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First Trimester Uric Acid and Adverse Pregnancy Outcomes

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    • Publication Information:
      Oxford University Press
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      HighWire Press (Stanford University)
    • Abstract:
      Background The association of elevated serum uric acid with the development of hypertension is established outside of pregnancy. We investigated whether first trimester uric acid was associated with the development of the following: gestational hypertension or pre-eclampsia, these outcomes stratified by presence of hyperuricemia at delivery since this denotes more severe disease,preterm birth, or small for gestational age (SGA). Methods Uric acid was measured in 1,541 banked maternal plasma samples from a prior prospective cohort study that were collected at a mean gestational age of 9.0 (± 2.5) weeks. Polytomous regressions were performed and adjusted for parity and prepregnancy body mass index (BMI). Results First trimester uric acid in the highest quartile (>3.56 mg/dl) compared to lowest three quartiles was associated with an increased risk of developing pre-eclampsia (adjusted odds ratio (OR) = 1.82; 95% confidence interval (CI), 1.03–3.21) but not gestational hypertension. In women with hypertensive disease complicated by hyperuricemia at delivery, high first trimester uric acid was associated with a 3.22–fold increased risk of hyperuricemic gestational hypertension (HU) and a 3.65–fold increased risk of hyperuricemic pre-eclampsia (HPU). High first trimester uric acid was not associated with gestational hypertension or pre-eclampsia without hyperuricemia (H or HP) at delivery, preterm birth, or SGA. In women who developed hypertensive disease, elevated uric acid at delivery was only partly explained by elevated uric acid in the first trimester (r2 = 0.23). Conclusions First trimester elevated uric acid was associated with later preeclampsia and more strongly with pre-eclampsia and gestational hypertension with hyperuricemia. American Journal of Hypertension advance online publication 20 January 2011; doi:10.1038/ajh.2010.262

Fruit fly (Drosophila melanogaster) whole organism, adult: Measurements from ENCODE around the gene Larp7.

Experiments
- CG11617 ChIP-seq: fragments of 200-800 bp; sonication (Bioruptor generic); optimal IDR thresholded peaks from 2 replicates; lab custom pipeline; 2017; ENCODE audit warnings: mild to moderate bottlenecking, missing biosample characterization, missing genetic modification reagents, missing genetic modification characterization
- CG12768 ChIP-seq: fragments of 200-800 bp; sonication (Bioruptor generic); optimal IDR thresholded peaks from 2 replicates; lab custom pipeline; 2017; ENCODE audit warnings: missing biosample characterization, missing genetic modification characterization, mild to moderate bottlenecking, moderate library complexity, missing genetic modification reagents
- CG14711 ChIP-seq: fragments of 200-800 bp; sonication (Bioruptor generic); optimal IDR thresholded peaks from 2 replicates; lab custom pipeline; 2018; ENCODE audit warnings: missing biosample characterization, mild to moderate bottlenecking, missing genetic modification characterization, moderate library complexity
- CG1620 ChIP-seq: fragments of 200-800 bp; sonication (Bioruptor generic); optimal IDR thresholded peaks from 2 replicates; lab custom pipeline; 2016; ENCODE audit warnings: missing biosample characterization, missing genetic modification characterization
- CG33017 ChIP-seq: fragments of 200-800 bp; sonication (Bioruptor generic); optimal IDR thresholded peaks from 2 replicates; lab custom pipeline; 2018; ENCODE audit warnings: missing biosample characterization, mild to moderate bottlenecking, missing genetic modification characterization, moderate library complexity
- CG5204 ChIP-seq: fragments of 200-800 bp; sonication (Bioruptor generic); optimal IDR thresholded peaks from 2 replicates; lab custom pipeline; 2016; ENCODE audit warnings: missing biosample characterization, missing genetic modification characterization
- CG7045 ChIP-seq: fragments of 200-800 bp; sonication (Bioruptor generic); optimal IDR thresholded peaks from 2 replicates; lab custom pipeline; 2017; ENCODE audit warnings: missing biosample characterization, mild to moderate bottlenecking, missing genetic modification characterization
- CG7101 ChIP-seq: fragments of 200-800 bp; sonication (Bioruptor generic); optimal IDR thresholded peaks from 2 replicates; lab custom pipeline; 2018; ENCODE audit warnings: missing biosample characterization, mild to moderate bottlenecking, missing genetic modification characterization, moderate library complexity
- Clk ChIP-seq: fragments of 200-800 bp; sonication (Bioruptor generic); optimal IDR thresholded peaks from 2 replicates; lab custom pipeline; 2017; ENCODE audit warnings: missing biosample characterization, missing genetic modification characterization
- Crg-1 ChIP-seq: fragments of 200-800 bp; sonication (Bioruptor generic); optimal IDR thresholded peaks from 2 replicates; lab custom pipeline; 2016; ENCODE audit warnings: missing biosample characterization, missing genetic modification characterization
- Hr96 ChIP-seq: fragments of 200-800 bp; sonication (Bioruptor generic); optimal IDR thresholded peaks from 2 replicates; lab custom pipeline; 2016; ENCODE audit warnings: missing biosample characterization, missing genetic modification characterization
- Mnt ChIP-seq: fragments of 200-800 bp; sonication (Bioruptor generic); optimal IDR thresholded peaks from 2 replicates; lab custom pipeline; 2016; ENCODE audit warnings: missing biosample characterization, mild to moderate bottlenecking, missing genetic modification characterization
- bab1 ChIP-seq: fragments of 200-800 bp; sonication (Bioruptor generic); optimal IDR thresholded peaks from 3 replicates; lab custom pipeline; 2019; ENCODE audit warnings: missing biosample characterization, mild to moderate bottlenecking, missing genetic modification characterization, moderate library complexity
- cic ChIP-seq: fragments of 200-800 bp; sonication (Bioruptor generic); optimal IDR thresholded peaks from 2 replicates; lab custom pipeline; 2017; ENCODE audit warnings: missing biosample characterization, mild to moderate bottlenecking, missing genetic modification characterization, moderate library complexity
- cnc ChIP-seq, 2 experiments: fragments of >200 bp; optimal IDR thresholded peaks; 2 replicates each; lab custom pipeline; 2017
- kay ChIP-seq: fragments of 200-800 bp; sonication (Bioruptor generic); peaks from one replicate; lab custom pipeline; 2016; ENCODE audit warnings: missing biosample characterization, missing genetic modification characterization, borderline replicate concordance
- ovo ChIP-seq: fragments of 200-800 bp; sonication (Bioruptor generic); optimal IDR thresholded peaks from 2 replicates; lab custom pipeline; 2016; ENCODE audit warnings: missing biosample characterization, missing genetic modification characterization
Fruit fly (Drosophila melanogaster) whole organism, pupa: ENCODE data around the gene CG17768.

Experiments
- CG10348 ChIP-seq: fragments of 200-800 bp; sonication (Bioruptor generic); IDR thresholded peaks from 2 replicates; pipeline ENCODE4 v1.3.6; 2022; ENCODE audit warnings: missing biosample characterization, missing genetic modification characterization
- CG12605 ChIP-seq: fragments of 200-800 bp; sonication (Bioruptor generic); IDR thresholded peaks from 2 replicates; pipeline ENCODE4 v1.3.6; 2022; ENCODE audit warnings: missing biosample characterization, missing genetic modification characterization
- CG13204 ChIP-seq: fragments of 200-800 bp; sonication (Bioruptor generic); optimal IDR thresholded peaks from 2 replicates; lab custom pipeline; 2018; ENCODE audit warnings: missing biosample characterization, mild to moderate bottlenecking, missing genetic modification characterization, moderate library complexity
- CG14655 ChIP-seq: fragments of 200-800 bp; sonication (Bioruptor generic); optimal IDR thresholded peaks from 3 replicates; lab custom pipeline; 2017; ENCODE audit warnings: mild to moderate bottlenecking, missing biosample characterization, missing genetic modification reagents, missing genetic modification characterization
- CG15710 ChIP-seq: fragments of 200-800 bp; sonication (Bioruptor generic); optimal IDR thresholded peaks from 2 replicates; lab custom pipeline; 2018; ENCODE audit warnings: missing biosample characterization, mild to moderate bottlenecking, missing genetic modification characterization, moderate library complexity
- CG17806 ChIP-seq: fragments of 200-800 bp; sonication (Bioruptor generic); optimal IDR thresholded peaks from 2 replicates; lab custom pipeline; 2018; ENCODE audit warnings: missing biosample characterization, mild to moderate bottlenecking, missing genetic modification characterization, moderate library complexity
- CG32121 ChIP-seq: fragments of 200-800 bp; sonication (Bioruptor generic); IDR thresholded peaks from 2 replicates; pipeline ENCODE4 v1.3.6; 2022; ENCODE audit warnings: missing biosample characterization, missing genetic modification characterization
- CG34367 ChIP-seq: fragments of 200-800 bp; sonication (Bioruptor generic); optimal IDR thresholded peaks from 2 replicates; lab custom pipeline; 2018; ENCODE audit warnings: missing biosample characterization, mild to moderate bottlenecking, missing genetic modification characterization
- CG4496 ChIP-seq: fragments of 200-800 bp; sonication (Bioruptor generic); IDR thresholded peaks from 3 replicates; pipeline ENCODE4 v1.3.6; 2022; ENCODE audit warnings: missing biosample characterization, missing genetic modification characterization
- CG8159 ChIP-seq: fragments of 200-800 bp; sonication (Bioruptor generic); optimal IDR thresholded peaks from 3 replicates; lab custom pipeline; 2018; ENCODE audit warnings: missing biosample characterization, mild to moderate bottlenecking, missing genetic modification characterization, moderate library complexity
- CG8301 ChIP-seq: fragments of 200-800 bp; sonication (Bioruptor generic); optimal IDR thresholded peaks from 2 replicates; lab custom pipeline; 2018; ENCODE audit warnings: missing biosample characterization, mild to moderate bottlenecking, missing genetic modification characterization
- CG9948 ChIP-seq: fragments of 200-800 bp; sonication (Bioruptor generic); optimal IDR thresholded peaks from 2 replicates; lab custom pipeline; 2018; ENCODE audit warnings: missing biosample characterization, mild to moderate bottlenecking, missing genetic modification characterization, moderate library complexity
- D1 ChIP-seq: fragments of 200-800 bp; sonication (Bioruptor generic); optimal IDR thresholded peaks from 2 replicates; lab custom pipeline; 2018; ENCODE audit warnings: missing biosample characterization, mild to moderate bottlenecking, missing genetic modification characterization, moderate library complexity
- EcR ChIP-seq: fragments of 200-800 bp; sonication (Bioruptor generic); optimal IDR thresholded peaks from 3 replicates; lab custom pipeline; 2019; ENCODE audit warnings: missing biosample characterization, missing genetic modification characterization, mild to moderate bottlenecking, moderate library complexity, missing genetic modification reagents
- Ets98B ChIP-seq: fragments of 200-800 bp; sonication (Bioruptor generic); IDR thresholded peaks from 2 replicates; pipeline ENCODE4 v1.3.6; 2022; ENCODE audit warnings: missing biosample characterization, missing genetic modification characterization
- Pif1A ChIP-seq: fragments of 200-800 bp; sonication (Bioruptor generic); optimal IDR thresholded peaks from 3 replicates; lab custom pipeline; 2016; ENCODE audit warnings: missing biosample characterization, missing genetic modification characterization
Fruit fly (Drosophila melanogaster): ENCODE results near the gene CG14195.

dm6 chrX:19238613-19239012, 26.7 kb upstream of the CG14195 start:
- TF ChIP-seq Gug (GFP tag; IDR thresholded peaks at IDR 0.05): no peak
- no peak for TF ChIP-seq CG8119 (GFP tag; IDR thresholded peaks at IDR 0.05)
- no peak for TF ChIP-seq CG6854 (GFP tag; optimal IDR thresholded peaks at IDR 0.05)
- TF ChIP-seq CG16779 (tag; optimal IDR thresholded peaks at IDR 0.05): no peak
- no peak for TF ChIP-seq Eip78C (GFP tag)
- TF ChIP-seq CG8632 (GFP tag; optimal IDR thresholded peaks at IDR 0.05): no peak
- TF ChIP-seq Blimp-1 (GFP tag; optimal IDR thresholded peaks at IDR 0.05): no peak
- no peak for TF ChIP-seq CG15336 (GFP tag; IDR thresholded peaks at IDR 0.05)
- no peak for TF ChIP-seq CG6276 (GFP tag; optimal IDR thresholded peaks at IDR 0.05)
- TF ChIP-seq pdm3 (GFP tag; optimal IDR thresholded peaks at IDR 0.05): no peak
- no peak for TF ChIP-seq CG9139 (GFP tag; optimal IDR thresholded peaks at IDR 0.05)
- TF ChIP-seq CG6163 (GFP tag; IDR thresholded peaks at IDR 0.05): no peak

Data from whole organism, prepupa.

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      Copyright (C) 2011, American Journal of Hypertension, Ltd.
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